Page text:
‘I think it’ll be on Friday or Saturday,’ Trump said of his announcement, speaking on ‘Fox & Friends.’
He continued: ‘And we want to pay respect. We, it looks like, it looks like we will have probably services on Thursday or Friday, as I understand it. I think in all due respect we should wait until the services are over for justice Ginsburg. And is so we’re looking probably at Friday or maybe Saturday.”
Pelosi’s remarks came just days after Senate Majority Leader Mitch McConnell vowed on Friday to call a vote for whomever Trump nominated as her replacement.
The next day, protesters gathered outside McConnell’s home to demand he stop pushing forward with a new SCOTUS pick.
Fulfilling the Supreme Court seat left vacant by Ginsburg’s death before the fall election is as much about McConnell’s goal of securing a conservative majority on the court for decades to come as it is about confirming Trump’s upcoming nominee.
There’s no guarantee the Kentucky Republican will succeed, but he is about to move ahead with a jarring and politically risky strategy to try to bend his majority in the Senate. If it works, he will have ushered three justices to the court in four years, a historic feat.
She appeared less inclined to hint at her options when asked about another potential Democratic pressure point: threatening to expand the size of the court should they capture the Senate in November and Republicans push through a conservative successor to Ginsburg.
‘Well let’s just win the election. Let’s hope that the president will see the light,’ Pelosi said.
President Trump has said he will nominate a Supreme Court justice this week
Pelosi was asked about whether the House might impeach Trump or Attorney General Bill Barr, which would take up Senate floor time
In the Ukraine call to President Volodymr Zelensky that Trump defended as ‘perfect,’ he asked his counterpart about investigating rival Joe Biden.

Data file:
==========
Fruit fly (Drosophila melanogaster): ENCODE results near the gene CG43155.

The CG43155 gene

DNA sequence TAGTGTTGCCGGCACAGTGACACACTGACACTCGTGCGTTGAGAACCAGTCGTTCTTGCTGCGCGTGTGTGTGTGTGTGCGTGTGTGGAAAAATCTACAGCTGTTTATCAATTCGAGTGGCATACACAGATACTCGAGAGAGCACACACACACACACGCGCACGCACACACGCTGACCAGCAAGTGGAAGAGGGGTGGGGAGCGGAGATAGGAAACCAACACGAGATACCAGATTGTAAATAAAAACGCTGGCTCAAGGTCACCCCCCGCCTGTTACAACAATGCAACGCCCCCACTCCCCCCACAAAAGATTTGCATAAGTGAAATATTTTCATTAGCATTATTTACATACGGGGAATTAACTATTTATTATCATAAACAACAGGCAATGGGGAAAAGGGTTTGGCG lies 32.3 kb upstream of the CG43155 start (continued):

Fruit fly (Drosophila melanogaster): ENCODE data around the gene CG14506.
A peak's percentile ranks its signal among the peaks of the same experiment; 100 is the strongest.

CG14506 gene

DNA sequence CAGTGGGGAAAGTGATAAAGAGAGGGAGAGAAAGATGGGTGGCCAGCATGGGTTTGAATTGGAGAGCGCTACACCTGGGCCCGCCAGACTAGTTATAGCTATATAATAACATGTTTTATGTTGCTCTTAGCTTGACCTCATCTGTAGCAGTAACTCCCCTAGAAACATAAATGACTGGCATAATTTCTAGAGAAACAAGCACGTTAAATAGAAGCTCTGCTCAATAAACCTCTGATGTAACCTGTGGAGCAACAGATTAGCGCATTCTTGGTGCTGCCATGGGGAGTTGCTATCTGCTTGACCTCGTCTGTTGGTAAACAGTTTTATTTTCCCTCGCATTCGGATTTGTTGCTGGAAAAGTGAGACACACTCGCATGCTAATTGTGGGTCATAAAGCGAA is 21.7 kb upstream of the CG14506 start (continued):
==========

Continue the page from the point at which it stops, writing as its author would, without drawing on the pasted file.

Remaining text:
‘The other thing, There’s a lot of talk about Biden’s son, that Biden stopped the prosecution and a lot of people want to find out about that so whatever you can do with the Attorney General would be great,’ Trump aid. ‘Biden went around bragging that he stopped the prosecution so if you can look into it… It sounds horrible to me.
Pelosi began her remarks stressing the coronavirus and saying Trump planned to use the vacancy to undo the Affordable Care Act – as both parties use the vacancy to try to fire up their supporters.
‘She would want us to keep our eye on the ball of the 200,000 people who, probably this weekend would sadly reach that number,’ she said of Ginsburg and the growing coronavirus death count.
‘The president is rushing to make some kind of a decision because November 10 is when the oral arguments begin on the Affordable Care Act,’ she said.
‘He doesn’t want to crush the virus, he wants to crush the Affordable Care Act.’
According to a Congressional Research Service report from January 2020 amid Trump’s impeachment, after the House transmits an impeachment message and managers, ‘The time agreed upon in modern trials has been within a day or two of receipt of the House message.’
‘Impeachment Rule III provides that after the articles are presented by the House managers, the Senate will proceed to consider the articles at 1 o’clock the next day (unless the next day is a Sunday), or sooner if ordered by the Senate,’ it notes.